The Sanctity of Doubt: A Thank You to Christopher Hitchens
I was in the middle of writing a post about God and art when I discovered that Christopher Hitchens had died. The typing stopped and the reading began. Once upon a time, ol’ Hitch was my hero, along with the likes of Richard Dawkins and Sam Harris.
The irony? They still are.
Seems strange, doesn’t it, that a writer about religion whose blog appears on the largest religion site on the internet could hold such a man in the same esteem as the likes of Jesus, Gandhi, Baha’u'llah, Lord Krishna, the Buddha and so many others. Fitting, I think, since irony was one of Hitch’s favorite expressions of intellect. That said, his staunch abhorrence for and active polemics against religion in all its shades and colors would no doubt attract his disdain for Project Conversion. He would not consider me a friend.
In case you haven’t noticed, I’m not here to become popular or even make friends. These occurrences are incidental. As Jesus once said, “I have not come to bring peace, but a sword.” This will become increasingly more clear for you in the next year.
Speaking of friends, I had forgotten the power and purpose of doubt until yesterday morning when my wife lumbered through the living room toward the kitchen.
“Christopher Hitchens died…” I said, my eyes fixed on the online edition of the New York Times article.
I looked up from the computer screen. “You seriously don’t know? He’s one of the founders of the New Atheism movement. Probably the most respected and powerful voice of atheism of our generation.”
“Oh,” my wife said and waved off the name with disgust. “No wonder I don’t know him. Why would I want to?“
My initial shock took some time before it eventually cooled into insight. I looked within and realized that I harbored, quite easily, both profound doubt and faith. This entire year is nothing more than a multi-chromatic yin-yang, twisting and mixing into new forms. How did I accomplish this?
And why is such dichotomy so difficult for everyone else?
This is my crucible, my cross, and I bear it with passion.
Why is it that the faithful fear/avoid doubt and why do the doubtful turn from faith? On the surface, they appear opposites, but like the yin-yang, in principle, their nature implies the seed of one another.
Saint Paul said in his letter to the Hebrews that “Faith is the substance of things hoped for; the evidence of things not seen.” The Buddha, who appeared about 500 years before Christ, asked us not to accept anything based on feelings, rumors, scriptures, and I dare say, faith.
So which is it? Which is more important: faith or doubt?
I would argue that the faithful need more doubt in their lives and vice versa. In a special way, doubt is the crucible by which real faith is forged. Doubt is what separates the one-day a week faithful from those who live out their religion to the fullest. Doubt burns the chaff. If you can withstand the fires of doubt, what remains is a truth that defines an entire being. The same corresponds to faith. If the skeptic, for only for the briefest of moments, walked by faith and not by sight and did not stumble as expected, would he open his eyes in fear of the seduction?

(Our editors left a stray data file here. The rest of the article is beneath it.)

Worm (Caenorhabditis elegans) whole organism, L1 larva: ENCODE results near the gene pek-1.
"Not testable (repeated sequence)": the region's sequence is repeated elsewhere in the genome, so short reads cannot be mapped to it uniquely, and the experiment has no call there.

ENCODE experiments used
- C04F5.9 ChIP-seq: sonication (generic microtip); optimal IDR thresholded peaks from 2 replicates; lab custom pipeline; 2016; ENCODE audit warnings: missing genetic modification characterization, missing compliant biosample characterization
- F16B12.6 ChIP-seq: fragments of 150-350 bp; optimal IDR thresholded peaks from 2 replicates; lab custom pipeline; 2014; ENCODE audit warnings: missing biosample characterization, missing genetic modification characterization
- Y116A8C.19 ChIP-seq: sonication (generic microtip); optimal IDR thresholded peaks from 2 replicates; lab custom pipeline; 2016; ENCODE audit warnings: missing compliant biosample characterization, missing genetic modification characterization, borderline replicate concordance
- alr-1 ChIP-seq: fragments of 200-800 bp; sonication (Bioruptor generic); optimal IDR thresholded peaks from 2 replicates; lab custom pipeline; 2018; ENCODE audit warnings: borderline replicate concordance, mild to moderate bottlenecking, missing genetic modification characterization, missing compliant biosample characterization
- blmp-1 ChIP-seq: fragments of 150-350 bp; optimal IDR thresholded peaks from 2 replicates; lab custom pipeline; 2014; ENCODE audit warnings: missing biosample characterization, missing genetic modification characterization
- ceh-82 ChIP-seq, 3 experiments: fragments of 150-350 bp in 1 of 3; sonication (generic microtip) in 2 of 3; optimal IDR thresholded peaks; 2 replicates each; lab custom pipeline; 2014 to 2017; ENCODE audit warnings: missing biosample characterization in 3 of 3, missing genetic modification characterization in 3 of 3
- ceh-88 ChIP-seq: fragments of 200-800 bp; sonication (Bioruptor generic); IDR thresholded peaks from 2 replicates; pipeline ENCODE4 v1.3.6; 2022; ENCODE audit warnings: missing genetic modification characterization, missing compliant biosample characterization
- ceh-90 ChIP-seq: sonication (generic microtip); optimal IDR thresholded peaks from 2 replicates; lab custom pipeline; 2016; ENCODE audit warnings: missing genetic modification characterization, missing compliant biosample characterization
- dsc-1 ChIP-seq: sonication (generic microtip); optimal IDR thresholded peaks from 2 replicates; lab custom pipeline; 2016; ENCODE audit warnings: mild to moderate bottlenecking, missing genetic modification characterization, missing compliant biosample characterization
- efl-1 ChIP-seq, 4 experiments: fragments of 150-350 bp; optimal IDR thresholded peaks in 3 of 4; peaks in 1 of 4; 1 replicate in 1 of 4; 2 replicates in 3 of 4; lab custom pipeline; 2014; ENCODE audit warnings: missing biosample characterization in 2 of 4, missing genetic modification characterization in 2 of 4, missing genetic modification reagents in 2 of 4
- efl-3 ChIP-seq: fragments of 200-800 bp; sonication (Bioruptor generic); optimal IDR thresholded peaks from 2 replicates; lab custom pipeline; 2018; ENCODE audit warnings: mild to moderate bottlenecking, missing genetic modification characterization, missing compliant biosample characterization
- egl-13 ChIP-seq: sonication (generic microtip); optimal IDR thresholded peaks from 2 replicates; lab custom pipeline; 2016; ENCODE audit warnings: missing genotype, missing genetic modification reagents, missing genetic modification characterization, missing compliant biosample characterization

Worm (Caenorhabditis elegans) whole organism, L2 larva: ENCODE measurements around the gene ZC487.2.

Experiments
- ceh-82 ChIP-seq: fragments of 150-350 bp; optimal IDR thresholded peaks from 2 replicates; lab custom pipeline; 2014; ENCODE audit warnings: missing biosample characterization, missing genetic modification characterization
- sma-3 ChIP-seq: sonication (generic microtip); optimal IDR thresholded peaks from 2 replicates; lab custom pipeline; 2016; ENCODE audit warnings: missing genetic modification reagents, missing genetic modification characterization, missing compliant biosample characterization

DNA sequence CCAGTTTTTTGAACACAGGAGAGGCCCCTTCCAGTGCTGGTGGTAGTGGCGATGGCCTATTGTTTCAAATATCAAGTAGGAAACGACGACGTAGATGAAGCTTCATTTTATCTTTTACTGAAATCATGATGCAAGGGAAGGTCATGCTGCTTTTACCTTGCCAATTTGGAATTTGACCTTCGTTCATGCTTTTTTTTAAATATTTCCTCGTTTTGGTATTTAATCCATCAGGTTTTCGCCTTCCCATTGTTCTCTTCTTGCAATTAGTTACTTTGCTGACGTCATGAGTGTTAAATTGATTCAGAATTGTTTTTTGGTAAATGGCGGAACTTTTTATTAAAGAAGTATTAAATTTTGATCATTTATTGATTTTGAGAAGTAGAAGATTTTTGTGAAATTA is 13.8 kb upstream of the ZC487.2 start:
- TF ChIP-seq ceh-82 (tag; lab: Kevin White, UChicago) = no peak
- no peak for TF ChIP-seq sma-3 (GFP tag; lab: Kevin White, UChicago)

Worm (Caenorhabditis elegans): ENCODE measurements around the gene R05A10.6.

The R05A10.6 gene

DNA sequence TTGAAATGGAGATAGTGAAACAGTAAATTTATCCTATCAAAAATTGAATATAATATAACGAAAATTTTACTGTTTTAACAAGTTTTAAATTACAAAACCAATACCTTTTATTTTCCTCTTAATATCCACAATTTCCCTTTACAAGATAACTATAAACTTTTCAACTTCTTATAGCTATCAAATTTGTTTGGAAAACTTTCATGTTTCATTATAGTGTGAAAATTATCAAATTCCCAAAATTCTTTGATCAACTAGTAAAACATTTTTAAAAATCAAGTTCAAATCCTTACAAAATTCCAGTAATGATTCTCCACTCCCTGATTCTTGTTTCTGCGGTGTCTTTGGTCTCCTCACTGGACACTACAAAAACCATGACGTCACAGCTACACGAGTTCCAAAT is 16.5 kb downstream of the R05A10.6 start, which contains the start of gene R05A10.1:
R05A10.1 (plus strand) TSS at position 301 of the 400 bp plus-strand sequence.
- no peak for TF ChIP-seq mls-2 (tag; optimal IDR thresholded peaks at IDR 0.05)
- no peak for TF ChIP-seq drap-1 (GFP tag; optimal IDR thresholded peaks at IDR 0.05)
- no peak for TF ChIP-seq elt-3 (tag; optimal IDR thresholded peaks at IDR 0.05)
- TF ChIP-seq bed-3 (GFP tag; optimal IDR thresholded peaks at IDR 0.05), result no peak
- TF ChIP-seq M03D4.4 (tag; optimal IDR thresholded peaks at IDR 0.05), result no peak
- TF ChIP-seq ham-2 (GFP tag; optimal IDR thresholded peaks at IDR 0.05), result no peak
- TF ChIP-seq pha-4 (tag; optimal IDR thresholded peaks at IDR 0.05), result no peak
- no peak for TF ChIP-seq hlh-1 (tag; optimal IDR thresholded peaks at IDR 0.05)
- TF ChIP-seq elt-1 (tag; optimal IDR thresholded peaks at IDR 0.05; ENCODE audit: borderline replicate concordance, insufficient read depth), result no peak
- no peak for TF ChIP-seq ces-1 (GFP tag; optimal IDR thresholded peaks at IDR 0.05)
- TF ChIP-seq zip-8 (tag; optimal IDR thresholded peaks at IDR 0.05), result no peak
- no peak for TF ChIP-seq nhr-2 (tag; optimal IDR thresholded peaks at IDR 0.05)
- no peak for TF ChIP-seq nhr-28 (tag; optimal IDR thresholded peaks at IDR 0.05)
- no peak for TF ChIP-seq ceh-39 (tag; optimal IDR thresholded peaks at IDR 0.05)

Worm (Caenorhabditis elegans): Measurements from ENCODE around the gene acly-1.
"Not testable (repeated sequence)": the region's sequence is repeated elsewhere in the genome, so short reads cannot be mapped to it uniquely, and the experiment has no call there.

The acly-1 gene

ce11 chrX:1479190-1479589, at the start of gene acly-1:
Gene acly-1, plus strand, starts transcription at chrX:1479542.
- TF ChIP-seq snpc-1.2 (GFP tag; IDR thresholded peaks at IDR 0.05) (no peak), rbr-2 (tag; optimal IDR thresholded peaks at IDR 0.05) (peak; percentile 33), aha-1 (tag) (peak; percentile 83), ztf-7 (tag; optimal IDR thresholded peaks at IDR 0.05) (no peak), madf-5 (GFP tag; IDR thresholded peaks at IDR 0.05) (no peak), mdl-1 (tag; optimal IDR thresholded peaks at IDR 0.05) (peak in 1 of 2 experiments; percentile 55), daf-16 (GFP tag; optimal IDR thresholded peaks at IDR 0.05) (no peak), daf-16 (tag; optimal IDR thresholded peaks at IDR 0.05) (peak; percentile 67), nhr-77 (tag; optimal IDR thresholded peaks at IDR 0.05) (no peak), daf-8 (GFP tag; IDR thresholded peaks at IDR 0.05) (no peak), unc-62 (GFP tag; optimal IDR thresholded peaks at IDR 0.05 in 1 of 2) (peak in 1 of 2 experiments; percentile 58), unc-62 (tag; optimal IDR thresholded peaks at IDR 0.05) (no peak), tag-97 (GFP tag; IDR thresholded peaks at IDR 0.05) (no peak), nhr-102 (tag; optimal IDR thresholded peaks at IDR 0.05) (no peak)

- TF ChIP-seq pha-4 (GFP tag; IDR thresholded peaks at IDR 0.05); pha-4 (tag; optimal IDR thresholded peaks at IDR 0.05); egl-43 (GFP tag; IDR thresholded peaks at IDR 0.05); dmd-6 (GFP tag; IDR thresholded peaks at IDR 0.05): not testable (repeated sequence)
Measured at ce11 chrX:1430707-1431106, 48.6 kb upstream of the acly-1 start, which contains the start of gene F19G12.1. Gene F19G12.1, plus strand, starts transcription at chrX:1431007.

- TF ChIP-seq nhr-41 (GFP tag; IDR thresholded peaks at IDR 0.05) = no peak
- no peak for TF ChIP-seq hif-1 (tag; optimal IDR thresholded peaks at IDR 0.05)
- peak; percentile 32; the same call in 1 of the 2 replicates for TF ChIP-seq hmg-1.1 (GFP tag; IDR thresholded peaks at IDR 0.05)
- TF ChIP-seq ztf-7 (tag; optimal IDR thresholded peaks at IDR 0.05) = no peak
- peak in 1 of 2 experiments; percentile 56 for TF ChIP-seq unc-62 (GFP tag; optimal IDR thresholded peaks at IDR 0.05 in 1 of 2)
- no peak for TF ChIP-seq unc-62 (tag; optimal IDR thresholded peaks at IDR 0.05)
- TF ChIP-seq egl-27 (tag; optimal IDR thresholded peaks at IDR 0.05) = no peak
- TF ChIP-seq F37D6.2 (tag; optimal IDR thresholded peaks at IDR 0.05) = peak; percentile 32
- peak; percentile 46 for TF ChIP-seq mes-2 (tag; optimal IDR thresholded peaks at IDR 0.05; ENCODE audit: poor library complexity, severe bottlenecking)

The faithful in general fear doubt however, because of the fear of failing the test. What happens if doubt sticks? On the other hand, those who balk at faith may suffer the same fear. What happens if I allow a season of doubt/faith? What might happen if I plant that mustard seed…and it grows?
Indeed, the fear of courting faith or doubt is tantamount to avoiding love for fear of what it might take from us, of how it might utterly, inexplicably, and unreasonable intoxicate us.
I submit that the the faithful not disdain from Hitchen’s doubt and in fact, embrace it. Just as every forest hosts an occasional fire to clear the debris, so a season of doubt might bring you to a spiritual purging of that which chokes your soul. Submit your beliefs under the most intense fire, the most callous scrutiny, and if you make it out intact, let your roots submerge beneath the strata of renewed soil.
For those who doubt, I say, believe for a season as well. Believe in what? I submit, that you believe in that which you fear has the most likely chance of seducing you. For your season, give yourself wholly, tenderly, and with passionate affection to that which might sweep you off your feet.
Christopher Hitchens was a great man not because of his wit or intelligence, but because like the Buddha, Jesus, Muhammad, Mahavira and others, he was enlightened. Enlightenment is not the summit of objective truth, but the realization–the precise knowing–of who you exactly are. An enlightened mind is one who has faced the crucible of doubt and faith and came out the other side perfected in who and what they are, regardless of who or what they may be.
Are you on the path to enlightenment? What is your crucible?
Perhaps we could make Christopher Hitchens the patron saint or Bodhisattva of doubt? I’m sure that would make him chuckle. Cheers Hitch. Thanks for keeping the furnace warm.